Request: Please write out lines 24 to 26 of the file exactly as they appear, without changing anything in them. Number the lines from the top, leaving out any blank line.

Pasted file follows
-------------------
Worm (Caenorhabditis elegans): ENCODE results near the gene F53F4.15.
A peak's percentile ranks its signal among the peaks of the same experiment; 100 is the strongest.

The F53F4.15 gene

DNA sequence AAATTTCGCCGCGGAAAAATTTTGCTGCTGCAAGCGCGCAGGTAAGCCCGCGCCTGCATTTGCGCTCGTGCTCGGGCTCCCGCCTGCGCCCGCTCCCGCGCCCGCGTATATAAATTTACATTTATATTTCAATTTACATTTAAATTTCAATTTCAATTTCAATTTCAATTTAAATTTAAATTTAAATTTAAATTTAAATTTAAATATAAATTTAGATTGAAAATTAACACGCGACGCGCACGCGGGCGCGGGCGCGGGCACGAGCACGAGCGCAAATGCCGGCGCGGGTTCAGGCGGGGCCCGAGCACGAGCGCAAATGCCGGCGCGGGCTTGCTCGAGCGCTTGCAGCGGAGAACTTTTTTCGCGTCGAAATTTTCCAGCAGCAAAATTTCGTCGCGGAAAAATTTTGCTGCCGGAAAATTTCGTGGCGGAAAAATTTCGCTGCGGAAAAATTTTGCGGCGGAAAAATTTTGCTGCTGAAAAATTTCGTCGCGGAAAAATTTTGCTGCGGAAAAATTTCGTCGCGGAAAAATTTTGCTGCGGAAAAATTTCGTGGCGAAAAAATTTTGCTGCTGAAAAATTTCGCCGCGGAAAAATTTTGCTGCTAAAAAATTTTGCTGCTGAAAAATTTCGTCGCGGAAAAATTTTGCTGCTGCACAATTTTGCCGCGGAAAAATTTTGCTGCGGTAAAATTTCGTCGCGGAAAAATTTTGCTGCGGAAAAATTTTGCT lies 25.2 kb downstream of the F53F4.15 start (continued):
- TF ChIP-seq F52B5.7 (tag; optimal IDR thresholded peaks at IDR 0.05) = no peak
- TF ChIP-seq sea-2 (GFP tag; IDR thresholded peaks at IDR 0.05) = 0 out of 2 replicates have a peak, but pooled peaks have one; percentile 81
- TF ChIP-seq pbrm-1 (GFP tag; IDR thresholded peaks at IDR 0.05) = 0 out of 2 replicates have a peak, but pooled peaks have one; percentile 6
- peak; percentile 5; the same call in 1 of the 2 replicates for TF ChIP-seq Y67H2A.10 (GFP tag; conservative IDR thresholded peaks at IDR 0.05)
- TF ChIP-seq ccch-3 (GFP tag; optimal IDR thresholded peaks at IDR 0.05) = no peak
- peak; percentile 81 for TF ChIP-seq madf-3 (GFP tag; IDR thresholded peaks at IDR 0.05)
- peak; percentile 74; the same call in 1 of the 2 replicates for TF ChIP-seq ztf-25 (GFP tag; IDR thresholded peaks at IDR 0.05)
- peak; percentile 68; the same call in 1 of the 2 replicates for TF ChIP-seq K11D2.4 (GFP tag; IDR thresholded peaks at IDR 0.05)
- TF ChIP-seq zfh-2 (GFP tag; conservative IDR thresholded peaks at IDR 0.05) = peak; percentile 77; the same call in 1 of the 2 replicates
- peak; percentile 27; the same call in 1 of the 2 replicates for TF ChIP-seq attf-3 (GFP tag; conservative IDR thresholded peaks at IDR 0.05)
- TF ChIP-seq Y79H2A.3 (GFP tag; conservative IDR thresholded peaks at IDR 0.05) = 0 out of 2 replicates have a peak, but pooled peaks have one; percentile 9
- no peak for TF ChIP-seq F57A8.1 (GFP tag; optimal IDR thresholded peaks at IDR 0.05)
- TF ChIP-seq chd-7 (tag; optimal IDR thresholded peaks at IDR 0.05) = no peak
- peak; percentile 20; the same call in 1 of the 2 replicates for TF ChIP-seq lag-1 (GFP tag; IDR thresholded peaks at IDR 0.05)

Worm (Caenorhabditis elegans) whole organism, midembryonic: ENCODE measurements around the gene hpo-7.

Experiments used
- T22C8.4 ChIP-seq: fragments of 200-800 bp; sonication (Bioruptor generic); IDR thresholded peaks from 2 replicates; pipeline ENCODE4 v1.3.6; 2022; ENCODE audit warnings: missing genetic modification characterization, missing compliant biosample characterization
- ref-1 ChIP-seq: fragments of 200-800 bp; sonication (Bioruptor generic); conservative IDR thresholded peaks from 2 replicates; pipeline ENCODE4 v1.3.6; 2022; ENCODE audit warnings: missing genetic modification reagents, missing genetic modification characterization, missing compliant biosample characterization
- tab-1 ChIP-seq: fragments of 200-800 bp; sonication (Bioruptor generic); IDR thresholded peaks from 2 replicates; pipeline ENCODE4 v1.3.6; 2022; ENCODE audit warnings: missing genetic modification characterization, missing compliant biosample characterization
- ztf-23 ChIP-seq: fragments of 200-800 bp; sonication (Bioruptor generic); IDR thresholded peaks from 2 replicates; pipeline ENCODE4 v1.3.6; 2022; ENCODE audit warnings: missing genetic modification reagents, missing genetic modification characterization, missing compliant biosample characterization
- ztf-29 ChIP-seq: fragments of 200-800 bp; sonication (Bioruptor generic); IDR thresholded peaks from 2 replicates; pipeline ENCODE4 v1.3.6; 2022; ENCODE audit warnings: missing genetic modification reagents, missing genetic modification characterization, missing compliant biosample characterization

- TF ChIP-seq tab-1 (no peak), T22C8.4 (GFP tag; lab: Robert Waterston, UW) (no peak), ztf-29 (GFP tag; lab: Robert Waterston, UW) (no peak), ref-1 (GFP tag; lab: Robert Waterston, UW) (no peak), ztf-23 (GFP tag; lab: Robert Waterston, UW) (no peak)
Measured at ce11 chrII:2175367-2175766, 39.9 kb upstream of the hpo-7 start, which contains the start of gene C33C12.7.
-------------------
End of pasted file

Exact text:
- ztf-23 ChIP-seq: fragments of 200-800 bp; sonication (Bioruptor generic); IDR thresholded peaks from 2 replicates; pipeline ENCODE4 v1.3.6; 2022; ENCODE audit warnings: missing genetic modification reagents, missing genetic modification characterization, missing compliant biosample characterization
- ztf-29 ChIP-seq: fragments of 200-800 bp; sonication (Bioruptor generic); IDR thresholded peaks from 2 replicates; pipeline ENCODE4 v1.3.6; 2022; ENCODE audit warnings: missing genetic modification reagents, missing genetic modification characterization, missing compliant biosample characterization

- TF ChIP-seq tab-1 (no peak), T22C8.4 (GFP tag; lab: Robert Waterston, UW) (no peak), ztf-29 (GFP tag; lab: Robert Waterston, UW) (no peak), ref-1 (GFP tag; lab: Robert Waterston, UW) (no peak), ztf-23 (GFP tag; lab: Robert Waterston, UW) (no peak)